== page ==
A man’s friendships are one of the best measures of his worth. Charles Darwin
Few things reveal more about you than what you value or the “worth” you place on time, goods, and relationships. For example, some people spend time to buy money, as others will spend money to buy time. Still others worry less about money and the time required to attain it than they do on nurturing their replenishing relationships.
I have been surprised by the number of deathbed recollections that almost invariably focus on the value of their most significant relationships. Charles Darwin, according to the quote above, obviously felt the same, but I am not so sure I agree in total.
For me, other matters are worthy as well. As I grow older the concept of Legacy becomes important to me—what will I leave that is valuable for others to remember and perhaps even copy? For decades I have pondered the notion of what it means to live a life worth living. Three hungers seem to represent my greatest desires: curiosity, creating, and caring.
I love to learn and experience new ideas and places. I am titillated when I come up with creative solutions or works of art. And finally, serving the needs of others fills me with a deep sense of purpose. But I also love the toys money can buy: cars, clothes, houses, and travel. But I find I can still live a rich life without all the toys. They are fun, but certainly not indispensable.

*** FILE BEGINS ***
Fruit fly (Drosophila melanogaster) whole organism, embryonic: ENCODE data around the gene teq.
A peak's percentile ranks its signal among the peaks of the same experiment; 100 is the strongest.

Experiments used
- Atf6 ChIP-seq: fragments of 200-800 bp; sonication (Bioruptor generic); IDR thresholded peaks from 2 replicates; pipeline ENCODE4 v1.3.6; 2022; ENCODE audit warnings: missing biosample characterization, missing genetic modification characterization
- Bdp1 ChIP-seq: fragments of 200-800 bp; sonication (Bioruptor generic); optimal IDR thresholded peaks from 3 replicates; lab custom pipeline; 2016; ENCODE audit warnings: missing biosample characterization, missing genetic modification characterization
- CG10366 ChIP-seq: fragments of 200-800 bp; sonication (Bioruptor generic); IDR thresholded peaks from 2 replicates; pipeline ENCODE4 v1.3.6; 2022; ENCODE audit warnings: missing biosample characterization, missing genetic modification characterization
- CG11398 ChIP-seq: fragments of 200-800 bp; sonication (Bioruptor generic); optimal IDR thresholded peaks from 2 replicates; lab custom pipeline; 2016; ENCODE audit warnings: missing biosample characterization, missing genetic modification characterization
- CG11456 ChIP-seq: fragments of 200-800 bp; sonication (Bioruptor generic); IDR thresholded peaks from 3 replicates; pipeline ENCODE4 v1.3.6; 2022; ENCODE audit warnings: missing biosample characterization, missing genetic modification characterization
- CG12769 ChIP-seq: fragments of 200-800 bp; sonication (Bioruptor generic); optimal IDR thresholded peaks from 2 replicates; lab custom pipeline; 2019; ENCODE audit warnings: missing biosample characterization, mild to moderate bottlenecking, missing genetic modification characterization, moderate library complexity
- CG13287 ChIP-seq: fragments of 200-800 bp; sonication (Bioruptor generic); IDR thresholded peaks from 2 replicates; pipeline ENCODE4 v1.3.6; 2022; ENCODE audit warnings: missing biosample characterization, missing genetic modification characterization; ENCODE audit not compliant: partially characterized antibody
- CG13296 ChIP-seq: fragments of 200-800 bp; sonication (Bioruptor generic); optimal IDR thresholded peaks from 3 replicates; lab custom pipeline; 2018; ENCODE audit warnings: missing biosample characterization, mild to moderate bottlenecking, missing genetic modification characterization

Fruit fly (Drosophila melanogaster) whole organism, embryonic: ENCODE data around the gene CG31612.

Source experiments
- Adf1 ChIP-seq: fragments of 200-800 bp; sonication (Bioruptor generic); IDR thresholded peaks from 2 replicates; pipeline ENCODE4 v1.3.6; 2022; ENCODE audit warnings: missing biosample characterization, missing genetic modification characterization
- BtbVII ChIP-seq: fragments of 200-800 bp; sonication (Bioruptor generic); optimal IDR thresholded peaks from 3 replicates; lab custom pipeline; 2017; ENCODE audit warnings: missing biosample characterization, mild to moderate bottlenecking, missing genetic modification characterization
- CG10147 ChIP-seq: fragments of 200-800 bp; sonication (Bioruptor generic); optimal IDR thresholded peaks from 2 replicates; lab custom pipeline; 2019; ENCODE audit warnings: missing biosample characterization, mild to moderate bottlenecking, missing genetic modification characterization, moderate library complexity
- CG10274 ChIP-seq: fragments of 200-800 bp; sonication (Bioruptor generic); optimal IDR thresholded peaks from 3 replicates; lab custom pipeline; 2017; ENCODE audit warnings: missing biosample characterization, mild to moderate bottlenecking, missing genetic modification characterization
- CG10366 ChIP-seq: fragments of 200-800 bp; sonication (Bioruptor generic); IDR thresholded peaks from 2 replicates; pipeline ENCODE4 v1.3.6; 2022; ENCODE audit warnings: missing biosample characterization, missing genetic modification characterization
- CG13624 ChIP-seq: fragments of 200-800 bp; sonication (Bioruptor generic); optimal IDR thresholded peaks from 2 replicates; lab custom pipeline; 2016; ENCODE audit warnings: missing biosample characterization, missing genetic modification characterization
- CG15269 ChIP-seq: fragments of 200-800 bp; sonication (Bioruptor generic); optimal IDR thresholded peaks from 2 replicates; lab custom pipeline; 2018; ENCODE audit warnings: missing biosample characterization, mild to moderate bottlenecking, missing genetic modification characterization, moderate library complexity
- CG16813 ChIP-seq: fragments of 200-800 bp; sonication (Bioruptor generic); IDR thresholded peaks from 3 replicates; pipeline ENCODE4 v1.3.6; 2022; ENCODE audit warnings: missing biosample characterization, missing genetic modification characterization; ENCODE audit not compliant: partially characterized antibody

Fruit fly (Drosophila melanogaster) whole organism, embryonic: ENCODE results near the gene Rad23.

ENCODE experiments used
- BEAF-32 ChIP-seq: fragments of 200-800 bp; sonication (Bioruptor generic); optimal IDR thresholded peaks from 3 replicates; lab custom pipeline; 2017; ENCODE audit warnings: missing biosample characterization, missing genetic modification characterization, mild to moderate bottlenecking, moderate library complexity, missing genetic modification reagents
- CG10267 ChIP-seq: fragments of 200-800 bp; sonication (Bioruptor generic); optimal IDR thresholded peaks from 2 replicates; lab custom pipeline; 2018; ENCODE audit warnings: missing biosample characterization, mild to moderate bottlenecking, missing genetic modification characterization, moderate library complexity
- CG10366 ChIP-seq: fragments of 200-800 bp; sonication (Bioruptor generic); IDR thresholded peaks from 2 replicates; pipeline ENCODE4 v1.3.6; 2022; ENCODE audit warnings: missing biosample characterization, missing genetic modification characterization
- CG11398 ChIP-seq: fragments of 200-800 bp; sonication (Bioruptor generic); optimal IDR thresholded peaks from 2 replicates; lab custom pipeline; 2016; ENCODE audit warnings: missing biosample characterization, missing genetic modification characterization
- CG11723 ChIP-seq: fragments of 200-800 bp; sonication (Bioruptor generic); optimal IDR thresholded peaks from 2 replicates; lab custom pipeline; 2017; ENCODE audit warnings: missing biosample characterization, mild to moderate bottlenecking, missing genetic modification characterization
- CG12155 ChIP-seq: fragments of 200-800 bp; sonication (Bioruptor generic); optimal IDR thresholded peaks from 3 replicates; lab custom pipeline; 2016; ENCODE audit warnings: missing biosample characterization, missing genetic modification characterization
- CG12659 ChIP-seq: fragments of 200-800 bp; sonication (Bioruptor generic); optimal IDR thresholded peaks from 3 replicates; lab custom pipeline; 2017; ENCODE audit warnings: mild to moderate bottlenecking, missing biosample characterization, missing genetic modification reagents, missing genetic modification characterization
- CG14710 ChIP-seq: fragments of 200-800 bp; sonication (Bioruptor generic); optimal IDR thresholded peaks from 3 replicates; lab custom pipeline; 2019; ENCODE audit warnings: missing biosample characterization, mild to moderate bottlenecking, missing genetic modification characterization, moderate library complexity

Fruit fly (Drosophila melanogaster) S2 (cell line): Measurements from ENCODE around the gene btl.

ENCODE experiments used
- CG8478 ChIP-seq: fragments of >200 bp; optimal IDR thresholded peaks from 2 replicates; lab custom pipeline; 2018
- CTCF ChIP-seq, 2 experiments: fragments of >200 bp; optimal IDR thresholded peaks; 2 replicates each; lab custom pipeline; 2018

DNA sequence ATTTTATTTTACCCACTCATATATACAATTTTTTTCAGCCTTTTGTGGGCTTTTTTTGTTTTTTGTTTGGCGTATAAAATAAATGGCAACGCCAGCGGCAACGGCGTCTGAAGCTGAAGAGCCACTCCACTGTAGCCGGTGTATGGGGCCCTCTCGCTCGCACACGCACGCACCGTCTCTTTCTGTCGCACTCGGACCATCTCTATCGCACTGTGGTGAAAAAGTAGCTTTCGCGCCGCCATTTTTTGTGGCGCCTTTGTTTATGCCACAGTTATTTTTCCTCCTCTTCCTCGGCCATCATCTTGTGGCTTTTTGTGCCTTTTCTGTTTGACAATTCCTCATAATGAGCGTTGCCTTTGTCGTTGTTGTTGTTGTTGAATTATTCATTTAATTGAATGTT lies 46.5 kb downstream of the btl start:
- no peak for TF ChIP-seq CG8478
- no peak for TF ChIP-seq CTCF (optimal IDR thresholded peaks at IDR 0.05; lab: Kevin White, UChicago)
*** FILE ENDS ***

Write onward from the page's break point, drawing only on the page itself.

So what is indispensable? Maybe Darwin is right. Even though I am a bit of a loner, I still desperately need the people I love. My list of people is short although nonetheless vital.
And you? What is worthy in your life?
I believe it is “worth” your time to write down what is most important to you and the efforts required to attain and maintain those values.
And then, on your deathbed, hope like hell you made the best choices.
What’s It Worth?
Only You Can Decide
Photo courtesy of undrey at istockphoto